Auto Service World published these nine tips for selling brakes. The market that needs brakes is not driven so much by brand preference as much as it is by the reliability of the components that you are handing over the counter.
The key selling point is usually cost and how confident you are in the product you are selling. So, you’ll need to know the product you’re selling and how brakes work, as well as why brakes fail. You’ll also need to know a little about each customer that comes in – how many miles are on the car, how long do they expect to keep the car; do they want a short-term fix or a long-term repair? As you become more experienced at asking the right questions, you’ll get better at selling brakes and helping customers make an educated decision.
9. Hone Your Customer Service Skills
Every single customer that walking in your door or calls your shop wants to feel appreciated. They don’t want to feel taken advantage of and surely do not want to feel stupid when talking to you. Build relationships with customers and listen to the customer.
8. Stand Out from the Competition
Always exceed customer expectations. Know the products on your shelves and talk with the customer about his available options. Make the customer feel confident that he is walking out after making the best decision he could.
7. Ask Questions
Do some research about the car before recommending certain components. Is the customer looking to get another five to seven years out of the car? They make be willing to pay a little more to guarantee that the brakes last. Is the car towards the end of its lifespan? Chances are that the customer wants to put on less expensive parts that fix the problem.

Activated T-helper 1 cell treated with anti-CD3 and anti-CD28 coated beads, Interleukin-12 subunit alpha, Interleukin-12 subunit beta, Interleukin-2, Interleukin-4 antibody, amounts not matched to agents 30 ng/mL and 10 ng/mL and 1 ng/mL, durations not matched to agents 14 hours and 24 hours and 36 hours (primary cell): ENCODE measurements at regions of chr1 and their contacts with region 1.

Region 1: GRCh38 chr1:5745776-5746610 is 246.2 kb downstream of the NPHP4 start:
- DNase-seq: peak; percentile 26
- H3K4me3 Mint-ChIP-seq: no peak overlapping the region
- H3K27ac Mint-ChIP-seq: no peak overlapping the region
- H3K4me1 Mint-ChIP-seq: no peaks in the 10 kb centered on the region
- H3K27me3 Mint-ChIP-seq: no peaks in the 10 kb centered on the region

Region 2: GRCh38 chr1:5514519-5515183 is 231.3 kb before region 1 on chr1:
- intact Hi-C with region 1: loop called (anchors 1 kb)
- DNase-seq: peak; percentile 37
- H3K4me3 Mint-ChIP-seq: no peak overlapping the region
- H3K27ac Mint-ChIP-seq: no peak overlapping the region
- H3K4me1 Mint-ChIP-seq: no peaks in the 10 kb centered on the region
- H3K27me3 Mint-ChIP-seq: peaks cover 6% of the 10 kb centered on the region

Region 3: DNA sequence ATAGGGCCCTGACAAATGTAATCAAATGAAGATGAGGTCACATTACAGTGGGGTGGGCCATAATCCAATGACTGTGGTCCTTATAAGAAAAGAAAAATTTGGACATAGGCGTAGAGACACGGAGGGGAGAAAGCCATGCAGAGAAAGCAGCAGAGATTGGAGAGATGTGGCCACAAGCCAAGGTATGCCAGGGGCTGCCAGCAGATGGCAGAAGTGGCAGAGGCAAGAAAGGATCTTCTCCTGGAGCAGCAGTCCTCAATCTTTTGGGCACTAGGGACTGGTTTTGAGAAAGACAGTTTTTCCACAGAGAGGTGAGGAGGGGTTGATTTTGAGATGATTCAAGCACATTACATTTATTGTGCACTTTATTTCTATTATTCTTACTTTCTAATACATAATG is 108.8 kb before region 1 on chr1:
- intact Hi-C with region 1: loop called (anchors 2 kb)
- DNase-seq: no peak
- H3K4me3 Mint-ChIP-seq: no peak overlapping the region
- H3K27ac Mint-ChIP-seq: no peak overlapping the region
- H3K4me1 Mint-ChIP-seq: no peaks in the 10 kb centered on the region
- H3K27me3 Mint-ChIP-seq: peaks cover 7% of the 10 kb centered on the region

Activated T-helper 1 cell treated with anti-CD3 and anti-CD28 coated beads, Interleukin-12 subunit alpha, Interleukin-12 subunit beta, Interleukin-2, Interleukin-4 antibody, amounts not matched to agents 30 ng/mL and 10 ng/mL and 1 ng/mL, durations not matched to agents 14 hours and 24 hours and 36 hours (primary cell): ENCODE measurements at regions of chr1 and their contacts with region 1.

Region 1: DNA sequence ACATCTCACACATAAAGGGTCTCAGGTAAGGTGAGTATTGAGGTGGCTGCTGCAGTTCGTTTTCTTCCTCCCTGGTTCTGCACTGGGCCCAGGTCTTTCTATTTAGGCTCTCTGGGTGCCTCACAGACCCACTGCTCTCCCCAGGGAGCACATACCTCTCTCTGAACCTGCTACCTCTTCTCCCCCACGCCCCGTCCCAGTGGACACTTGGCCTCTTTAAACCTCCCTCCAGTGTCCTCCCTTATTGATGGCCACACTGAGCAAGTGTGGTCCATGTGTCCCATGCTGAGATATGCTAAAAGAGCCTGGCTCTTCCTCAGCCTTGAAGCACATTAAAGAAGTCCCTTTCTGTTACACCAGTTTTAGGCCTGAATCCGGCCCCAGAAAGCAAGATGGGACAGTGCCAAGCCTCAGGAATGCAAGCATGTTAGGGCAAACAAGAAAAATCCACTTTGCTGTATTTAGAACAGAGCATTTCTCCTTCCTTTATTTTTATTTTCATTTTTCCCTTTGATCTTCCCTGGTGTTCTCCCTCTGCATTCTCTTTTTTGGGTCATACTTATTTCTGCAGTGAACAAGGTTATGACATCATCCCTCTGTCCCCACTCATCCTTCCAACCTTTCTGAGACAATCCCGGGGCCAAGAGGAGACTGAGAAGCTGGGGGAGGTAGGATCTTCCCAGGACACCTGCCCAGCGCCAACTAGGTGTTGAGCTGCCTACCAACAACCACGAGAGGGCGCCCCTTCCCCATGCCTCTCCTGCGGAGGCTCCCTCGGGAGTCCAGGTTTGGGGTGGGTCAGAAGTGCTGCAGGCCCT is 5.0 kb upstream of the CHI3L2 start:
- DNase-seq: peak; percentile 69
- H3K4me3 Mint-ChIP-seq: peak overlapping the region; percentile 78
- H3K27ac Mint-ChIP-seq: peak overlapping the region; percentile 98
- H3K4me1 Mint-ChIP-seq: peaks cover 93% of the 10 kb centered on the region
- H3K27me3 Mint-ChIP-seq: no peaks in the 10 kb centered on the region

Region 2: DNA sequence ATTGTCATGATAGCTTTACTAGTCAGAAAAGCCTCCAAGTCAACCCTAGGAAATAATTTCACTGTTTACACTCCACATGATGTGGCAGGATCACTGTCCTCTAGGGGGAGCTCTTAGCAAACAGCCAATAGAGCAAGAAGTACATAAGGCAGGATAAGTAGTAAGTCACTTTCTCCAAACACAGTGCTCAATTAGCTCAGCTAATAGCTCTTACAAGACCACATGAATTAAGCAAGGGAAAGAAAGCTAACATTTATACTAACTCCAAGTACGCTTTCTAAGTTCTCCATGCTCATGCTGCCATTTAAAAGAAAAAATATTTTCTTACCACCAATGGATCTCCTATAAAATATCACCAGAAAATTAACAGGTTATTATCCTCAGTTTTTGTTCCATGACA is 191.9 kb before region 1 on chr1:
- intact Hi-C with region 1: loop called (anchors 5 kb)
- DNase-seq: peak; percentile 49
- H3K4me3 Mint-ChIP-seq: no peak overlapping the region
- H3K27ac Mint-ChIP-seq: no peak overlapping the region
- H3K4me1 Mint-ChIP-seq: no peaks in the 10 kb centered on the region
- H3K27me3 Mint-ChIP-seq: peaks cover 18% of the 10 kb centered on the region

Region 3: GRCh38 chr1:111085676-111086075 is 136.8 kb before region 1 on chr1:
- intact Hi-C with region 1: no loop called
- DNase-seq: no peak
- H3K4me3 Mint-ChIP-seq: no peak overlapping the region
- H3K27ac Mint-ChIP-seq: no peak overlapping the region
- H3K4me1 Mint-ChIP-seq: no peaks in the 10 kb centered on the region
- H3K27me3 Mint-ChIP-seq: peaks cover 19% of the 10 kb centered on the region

6. Don’t Waste Money By Wasting Time
Don’t waste customer’s time by going into too many details or over-explaining products. Ensure that they are making an informed buying decision while being direct, short and informative.
5. Avoid Hardware Headaches
Emphasize that a small investment in new brake components now is well worth the extra few dollars to include all new hardware instead of dealing with re-using worn hardware.
4. Rotor Recommendations
Customers that need pads oftentimes also need rotors too – they just don’t realize it. Ask them questions about the rotors and point out that it’s much more cost-effective to replace pads and rotors at the same time.
3. Keep In Mind the Import Challenge
Remember that import brands are usually loyal to OEM components.
2. Advising the DIYer
Be helpful. Brake jobs require a high level of technical knowledge. Don’t speak down to the customer; offer advice, pointers and reminders.
1. Go the Extra Mile
Schedule a reminder follow-up call for the customers that you’ve spent extra time with. The customer will appreciate the few minutes you took to talk to him or her and if they give you feedback, that can help you hone your sales skills.